Yes, You Have a Customer Diplomacy Problem
The Ten Tenets of the Customer Diplomacy Movement
As business owners and leaders, we know that our customers are the lifeblood of our companies. Without them, we wouldn’t exist. When customers leave us for our competitors, express dissatisfaction, or want to see a change in our products or services, we should set out to understand why. But, why wait until then? If we do, it may be too late. We should proactively seek to deeply understand our customers’ needs, and not wait until a business challenge occurs to get to know them.
The Problem: Not Realizing There is a Problem
In our experience working on behalf of dozens of companies at Avenue Group, we have found that most business leaders do not focus sufficiently on understanding what makes their customers tick. And the few who do focus on customer feedback tend to do a superficial job of it.
Why is this the case? Customer research seems so easy: get a sample of customers, ask them a bunch of questions, analyze their responses, and, poof… insights! Except, it’s not that simple. If your organization thinks it’s easy, you’re likely not doing it correctly. Disregarding the complexity of this issue will lead to the loss of valuable information that would not only improve customer satisfaction but increase company revenue and profit.
The Concept of “Customer Diplomacy”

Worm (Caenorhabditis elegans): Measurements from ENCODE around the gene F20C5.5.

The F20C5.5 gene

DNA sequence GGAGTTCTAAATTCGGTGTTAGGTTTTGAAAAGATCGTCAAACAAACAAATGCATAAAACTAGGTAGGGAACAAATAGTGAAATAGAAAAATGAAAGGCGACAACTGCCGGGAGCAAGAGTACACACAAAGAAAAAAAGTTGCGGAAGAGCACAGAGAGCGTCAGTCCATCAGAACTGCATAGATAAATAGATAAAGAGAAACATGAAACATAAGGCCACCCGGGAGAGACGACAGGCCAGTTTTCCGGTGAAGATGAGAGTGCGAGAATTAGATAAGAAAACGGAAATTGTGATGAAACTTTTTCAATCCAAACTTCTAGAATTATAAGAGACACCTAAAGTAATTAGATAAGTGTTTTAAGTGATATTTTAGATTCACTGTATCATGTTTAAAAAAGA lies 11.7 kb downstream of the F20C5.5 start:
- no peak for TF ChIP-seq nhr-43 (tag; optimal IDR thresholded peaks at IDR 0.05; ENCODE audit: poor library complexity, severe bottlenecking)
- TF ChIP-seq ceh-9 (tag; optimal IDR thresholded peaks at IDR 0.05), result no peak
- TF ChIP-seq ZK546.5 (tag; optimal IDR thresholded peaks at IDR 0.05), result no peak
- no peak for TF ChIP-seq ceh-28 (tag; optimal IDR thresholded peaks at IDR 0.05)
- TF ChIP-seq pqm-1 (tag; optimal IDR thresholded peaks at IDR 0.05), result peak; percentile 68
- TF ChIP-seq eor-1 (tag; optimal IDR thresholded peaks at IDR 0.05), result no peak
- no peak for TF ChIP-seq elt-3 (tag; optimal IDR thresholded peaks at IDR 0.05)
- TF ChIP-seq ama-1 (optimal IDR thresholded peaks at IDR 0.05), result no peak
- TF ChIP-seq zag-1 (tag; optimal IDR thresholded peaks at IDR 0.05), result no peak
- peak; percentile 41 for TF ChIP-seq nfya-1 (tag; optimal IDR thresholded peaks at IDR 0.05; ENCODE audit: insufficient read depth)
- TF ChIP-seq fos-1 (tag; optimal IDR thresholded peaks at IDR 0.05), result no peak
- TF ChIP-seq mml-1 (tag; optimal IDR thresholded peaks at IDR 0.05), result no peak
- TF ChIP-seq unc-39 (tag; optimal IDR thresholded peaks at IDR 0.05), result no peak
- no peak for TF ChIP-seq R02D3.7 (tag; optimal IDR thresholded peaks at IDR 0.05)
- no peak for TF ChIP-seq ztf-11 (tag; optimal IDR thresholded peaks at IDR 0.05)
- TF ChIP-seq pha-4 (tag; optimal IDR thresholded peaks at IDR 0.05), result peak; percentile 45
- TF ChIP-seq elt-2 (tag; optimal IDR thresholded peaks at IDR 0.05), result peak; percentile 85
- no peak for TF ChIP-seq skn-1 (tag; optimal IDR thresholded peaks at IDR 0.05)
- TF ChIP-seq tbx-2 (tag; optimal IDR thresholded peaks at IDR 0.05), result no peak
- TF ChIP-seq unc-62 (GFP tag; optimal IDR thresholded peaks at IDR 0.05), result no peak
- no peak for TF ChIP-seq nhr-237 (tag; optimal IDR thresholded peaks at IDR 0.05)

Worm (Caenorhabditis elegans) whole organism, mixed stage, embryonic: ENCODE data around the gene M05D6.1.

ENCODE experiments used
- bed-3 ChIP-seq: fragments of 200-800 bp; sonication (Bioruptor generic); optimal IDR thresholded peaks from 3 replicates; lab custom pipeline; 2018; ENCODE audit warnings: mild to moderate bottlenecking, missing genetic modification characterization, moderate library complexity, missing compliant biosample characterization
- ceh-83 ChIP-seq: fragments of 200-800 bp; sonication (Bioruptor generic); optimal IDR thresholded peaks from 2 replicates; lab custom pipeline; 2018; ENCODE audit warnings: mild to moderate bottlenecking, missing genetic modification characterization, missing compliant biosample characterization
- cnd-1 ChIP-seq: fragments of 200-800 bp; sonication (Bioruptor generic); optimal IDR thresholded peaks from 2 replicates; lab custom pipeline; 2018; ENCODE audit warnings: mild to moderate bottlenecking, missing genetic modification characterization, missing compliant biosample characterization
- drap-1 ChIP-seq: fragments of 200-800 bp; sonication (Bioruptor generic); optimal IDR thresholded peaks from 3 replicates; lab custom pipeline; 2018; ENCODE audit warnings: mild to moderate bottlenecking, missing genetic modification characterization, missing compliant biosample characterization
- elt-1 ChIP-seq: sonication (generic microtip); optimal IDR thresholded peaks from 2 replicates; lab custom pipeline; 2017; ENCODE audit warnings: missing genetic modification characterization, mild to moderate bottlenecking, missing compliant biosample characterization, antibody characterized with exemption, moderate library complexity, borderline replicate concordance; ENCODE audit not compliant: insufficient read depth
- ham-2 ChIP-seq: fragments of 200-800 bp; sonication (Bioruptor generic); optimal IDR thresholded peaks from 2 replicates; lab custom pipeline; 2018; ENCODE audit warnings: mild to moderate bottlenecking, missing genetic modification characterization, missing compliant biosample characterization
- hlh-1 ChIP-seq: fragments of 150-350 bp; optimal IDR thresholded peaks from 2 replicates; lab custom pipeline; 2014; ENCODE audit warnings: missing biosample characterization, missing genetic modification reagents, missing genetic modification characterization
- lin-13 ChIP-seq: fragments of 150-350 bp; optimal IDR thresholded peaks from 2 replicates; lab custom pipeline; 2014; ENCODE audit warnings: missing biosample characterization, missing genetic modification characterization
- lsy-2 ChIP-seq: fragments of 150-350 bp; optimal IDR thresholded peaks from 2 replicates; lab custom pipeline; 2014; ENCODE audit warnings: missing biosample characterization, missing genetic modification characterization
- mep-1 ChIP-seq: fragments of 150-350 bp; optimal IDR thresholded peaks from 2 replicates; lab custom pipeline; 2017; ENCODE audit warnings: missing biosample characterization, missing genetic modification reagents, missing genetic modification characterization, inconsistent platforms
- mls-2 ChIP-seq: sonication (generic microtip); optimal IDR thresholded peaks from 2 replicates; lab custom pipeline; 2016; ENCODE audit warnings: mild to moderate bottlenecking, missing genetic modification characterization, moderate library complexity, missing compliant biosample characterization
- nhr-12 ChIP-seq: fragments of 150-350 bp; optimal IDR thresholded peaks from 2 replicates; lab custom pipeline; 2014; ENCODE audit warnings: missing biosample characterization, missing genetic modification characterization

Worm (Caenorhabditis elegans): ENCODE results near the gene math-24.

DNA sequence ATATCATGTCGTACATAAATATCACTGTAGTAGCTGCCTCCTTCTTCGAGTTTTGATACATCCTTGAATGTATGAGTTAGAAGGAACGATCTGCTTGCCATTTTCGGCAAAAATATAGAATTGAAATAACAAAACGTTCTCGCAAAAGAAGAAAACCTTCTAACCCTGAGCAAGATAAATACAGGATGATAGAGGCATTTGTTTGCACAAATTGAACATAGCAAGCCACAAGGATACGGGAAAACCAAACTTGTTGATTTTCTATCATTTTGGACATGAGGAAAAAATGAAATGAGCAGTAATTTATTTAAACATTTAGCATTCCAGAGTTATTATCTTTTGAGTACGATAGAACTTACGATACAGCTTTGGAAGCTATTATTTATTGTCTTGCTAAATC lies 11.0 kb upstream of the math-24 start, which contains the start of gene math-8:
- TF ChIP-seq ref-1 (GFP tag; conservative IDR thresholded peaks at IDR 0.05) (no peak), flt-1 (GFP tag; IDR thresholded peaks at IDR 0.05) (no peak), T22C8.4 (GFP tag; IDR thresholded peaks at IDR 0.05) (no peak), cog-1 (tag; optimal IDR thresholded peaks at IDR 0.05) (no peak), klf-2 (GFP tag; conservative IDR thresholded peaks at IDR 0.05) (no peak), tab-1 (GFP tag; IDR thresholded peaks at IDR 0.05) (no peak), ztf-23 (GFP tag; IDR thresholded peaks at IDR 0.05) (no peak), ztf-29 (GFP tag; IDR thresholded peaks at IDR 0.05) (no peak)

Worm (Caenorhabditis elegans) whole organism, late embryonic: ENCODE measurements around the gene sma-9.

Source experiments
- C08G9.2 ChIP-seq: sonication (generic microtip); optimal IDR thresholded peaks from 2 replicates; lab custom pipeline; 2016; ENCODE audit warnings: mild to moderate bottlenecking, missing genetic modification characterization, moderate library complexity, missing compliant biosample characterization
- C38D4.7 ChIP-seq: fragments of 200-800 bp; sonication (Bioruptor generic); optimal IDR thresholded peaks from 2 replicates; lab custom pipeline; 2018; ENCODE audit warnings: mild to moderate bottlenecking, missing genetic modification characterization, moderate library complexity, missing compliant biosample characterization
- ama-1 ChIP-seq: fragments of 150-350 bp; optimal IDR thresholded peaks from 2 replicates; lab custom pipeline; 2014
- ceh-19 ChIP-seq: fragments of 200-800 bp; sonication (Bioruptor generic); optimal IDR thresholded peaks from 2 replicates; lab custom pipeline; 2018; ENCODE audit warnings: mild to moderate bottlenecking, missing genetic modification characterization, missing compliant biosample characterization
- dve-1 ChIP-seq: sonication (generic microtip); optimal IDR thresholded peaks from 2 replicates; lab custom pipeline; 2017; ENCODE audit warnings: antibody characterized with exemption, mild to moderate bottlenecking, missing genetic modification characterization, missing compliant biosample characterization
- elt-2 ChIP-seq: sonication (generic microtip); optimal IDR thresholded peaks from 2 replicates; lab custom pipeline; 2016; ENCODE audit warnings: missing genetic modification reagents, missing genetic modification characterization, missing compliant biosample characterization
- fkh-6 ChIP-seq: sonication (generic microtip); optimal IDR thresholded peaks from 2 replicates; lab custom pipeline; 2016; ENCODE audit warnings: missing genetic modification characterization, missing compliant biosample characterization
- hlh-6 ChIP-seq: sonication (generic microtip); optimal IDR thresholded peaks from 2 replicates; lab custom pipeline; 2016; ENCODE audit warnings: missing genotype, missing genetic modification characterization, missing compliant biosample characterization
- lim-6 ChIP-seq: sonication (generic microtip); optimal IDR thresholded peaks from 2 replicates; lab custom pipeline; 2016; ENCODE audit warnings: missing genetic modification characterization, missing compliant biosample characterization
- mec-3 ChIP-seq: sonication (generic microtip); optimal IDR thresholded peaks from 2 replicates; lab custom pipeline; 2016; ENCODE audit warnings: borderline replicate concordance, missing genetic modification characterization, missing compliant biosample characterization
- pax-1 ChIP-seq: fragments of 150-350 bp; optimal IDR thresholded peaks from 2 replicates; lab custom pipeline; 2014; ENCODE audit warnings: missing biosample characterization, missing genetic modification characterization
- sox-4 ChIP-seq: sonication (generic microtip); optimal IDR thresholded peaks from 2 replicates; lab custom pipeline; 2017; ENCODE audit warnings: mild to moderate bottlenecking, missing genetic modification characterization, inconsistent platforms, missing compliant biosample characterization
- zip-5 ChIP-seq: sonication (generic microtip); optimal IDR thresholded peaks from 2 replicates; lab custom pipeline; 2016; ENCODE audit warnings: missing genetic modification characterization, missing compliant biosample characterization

We have conducted thousands of customer interviews and hundreds of quantitative surveys for dozens of companies, from startups to some of the largest companies in the world. We have found that both the companies and the market research firms that they hire ignore a very important concept: Customer Diplomacy.
Customer Diplomacy is the careful, balanced partnership that a business creates with its customers to develop information that helps both the business and its customers.
Unless you have an extraordinarily small, local business, your customers are not your friends. They are not your enemies. At the heart of the company-customer relationship is a transactional component: your customers provide you money in exchange for a product or service. We want to move the relationship to a place that is emotionally-positive and robust. However, at its core the relationship is transactional. This means that one miscue might tick off your customers, whereas one positive move can lock your customers in for life.
Diplomacy is critical to converting a transactional relationship into a deeper one, and, for maintaining and deepening the relationship further.
The 10 Key Principles of Customer Diplomacy
- Listen to Your Customers: There are many channels you can use to learn about your customers, including online questionnaires, net promoter score (NPS) surveys, focus groups, phone interviews, and anthropological observation.
- Make a Commitment to Learning: Don’t just go through the motions. If customers are telling you something, consider that smoke and not always fire. It is not a customer’s job to know what she wants. It’s your job to figure out what she wants based on the information she provides. Dig deep and move beyond the superficial to truly understand your customers. Your customers are a diverse group of human beings. Their preferences, which are not always clear, are constantly evolving. They react to a changing relationship with your company and your market.
- Be Thoughtful and Deliberate: Approach your customer-learning activities as you would any important business effort. Take time to think about exactly what you want to learn, what language to use in the questions asked, and the best forum for acquiring this information.